This article was written for Annabel & Grace, which is now part of Rest Less.
At Annabel & Grace, we enjoy stories from women who are making the most of their lives by trying things outside their usual routine. Here is one such 50+ woman – Sally-Anne Laing – who has an interesting story to tell which she has entitled Champagne to Chapatis…
And so the journey begins…
Two months ago, my 24 year old daughter, Hannah, called to say she was off to India on her own for two weeks! After a sleepless night, I texted her at 2am to ask if I could go with her. Response? “OK but no 5 star hotels and we are using backpacks” (dear Lord!)
This is so out of my comfort zone. I don’t like curry and I don’t like crowds but boy I am going to embrace this experience and enjoy every temple, sunset, and landscape.
“One day you will wake up and there won’t be any more time to do the things you’ve always wanted. Do it now” Paulo Coelho, author of The Alchemist
I am not classing this as a holiday – this is, for me, an adventure and I just cannot wait for the aeroplane to land, the doors to open and to get my first glimpse of India. I am expecting an abundance of colour, hoards of people, lots of noise and happy, smiley people. Come with me and share this experience – it will be a hoot!
The eagles have landed
Delhi airport was an experience – word of advice – avoid the crazy e-visa as the queues were horrendous and we were stuck for an hour. Should have had the visa stamped on passport.
Our driver is called Sukhvinder and I nearly jumped on him with excitement when I saw my name! To be honest I think it was relief. He has driven us around New Delhi today and I don’t think there is a landmark we haven’t seen. We were amazed at how green and clean the city was. We are treated like celebrities as people want photos with us (stand back and form an orderly queue!) and Hannah especially is followed everywhere by couples wanting photos with their children. All the Indian guys insist on taking selfies with her and if it continues I reckon I could find her a husband by the end of the trip.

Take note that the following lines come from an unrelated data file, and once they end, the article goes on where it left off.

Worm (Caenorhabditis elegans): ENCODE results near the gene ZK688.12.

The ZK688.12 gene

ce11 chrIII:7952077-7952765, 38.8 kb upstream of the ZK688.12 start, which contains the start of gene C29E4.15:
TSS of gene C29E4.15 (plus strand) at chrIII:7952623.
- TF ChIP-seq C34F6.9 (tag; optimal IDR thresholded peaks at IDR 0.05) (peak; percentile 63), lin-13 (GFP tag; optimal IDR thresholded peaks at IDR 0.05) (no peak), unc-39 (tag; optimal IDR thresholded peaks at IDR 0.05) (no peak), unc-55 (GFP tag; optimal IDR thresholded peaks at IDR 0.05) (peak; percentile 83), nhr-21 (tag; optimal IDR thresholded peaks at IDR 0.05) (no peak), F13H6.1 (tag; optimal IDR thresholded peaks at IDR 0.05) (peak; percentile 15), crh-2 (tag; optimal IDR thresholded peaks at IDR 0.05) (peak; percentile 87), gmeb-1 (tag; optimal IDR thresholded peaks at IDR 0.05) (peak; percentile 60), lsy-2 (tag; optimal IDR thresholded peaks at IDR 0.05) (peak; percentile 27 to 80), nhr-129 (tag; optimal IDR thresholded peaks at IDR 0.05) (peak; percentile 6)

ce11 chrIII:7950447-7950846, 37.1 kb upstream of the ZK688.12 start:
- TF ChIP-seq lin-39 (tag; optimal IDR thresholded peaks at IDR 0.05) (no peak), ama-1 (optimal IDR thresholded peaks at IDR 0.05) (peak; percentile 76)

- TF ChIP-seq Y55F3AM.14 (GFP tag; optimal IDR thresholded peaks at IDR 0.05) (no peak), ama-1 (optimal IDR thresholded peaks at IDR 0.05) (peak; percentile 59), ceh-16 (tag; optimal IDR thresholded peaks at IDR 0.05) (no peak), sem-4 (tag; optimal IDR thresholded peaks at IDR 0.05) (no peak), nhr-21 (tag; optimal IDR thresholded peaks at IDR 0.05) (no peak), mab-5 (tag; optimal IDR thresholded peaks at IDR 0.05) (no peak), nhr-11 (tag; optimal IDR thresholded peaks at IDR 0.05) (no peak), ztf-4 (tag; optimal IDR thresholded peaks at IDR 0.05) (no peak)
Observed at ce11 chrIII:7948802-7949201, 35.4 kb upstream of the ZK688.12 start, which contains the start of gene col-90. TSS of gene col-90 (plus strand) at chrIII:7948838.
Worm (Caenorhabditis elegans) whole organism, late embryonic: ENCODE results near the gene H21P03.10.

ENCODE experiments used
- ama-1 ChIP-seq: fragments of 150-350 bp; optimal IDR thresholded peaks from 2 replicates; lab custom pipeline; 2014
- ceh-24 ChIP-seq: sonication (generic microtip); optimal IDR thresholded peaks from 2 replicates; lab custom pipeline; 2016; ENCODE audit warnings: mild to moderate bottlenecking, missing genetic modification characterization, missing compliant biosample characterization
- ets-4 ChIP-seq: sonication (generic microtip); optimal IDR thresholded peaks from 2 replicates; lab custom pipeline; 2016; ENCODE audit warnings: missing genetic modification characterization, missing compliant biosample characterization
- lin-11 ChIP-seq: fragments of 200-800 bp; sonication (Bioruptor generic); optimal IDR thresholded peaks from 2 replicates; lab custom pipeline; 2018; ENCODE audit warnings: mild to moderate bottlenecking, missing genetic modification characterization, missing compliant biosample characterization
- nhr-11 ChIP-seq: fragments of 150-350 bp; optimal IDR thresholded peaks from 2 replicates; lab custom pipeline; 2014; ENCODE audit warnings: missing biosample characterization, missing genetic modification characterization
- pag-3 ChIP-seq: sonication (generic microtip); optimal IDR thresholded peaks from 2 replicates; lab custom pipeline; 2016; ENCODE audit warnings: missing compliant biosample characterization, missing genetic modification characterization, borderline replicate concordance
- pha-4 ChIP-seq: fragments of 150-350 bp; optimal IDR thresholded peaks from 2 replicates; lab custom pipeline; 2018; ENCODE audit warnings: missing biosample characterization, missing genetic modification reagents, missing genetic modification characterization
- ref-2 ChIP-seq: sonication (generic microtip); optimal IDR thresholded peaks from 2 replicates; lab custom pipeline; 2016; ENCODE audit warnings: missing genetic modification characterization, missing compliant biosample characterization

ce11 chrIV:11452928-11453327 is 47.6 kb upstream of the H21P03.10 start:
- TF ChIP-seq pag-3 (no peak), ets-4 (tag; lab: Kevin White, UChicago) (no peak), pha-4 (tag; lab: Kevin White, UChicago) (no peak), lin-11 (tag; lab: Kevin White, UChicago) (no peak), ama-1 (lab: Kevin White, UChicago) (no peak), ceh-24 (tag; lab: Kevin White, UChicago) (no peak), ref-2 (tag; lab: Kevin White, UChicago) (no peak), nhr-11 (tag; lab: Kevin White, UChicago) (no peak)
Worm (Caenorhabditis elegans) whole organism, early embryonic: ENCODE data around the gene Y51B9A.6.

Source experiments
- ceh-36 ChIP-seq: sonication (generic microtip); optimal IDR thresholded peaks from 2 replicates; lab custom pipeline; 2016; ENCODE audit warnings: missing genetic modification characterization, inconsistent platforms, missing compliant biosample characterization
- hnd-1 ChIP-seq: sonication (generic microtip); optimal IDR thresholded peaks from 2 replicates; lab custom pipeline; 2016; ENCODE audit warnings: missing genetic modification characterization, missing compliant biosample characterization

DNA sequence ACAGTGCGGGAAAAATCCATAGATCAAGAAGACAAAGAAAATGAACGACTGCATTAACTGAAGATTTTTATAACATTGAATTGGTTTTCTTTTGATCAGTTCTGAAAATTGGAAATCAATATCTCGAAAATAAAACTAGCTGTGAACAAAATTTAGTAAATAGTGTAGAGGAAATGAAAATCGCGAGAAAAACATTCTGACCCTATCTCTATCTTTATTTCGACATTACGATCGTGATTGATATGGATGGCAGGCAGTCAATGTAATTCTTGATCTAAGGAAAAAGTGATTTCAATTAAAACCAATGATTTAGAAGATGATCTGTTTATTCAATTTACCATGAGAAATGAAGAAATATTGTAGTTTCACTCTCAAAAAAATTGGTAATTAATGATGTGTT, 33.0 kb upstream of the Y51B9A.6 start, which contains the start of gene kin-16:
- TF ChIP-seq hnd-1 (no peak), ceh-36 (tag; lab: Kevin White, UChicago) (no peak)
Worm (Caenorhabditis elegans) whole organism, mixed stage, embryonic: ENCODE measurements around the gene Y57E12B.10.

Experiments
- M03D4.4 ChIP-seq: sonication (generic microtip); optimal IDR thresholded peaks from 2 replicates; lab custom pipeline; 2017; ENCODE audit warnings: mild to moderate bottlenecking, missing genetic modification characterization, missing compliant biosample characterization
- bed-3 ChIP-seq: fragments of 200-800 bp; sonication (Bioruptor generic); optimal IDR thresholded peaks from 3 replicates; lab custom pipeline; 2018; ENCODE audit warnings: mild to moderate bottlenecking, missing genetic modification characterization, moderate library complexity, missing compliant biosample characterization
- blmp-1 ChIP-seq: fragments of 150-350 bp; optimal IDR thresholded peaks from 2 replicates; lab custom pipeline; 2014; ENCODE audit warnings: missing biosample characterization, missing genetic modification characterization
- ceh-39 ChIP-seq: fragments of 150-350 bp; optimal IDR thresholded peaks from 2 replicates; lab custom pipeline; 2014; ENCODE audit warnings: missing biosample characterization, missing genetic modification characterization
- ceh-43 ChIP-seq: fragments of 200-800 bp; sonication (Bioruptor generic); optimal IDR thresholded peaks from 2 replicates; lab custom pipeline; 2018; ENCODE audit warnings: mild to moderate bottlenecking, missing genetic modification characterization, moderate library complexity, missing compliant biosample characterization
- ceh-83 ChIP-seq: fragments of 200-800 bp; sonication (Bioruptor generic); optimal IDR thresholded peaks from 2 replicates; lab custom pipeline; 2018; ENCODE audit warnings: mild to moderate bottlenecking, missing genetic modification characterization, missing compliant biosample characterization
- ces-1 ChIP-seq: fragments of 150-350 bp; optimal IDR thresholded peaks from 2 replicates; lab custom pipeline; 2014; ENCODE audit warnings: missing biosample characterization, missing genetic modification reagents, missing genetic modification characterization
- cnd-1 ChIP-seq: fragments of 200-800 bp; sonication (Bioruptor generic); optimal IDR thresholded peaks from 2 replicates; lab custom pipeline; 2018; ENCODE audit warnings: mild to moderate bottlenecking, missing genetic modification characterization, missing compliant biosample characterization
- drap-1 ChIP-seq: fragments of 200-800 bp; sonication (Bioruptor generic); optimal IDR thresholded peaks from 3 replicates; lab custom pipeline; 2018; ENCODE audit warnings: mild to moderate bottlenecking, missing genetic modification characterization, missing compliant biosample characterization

We stopped at a Sikh temple so Sukhvinder could show us where he prays with his family. A very moving experience that made the menopausal woman in me cry; the people are just so warm and welcoming. We also visited The Mahatma Gandhi Memorial with some very inspirational verses leaving me feeling very uplifted and positive. The buzz of this country is mind blowing. The driving is unbelievably scarey and I just make sure my seatbelt is fastened and try not to shock Sukhvinder too much with my road rage (and I am not even driving).
Tonight we ventured out onto the streets of Delhi on our own. Bit of a silly mistake as I have never felt so scared in my entire life – the chaos, noise and sheer wildness of the atmosphere is unbelievable. Hannah came up trumps with a lovely vegetarian restaurant but I feel I have just taken part in a bushtucker trial – I just ate and didn’t look down! But I am so excited we are finally here. Off to Agra in the morning…
Day 2: Agra and struggling
We took the train from Delhi station to Agra and in some ways it would give South West Rail a run for their money. Very comfortable seats – bottles of water served and then a tray with breakfast AND we left on time! Ok ok so at Winchester station you don’t sit and watch the monkeys running all over or have a man spit next to you – I contemplated offering a tissue but Hannah warned me not to!
The train journey took us past the most deprived areas and the scenes I witnessed shocked me to the core. I just can’t understand how these people survive; they have nothing. Children and adults were walking on the train track collecting rubbish. I just wanted to stop the train and give my food to them – I didn’t touch anything on my tray as it just felt wrong.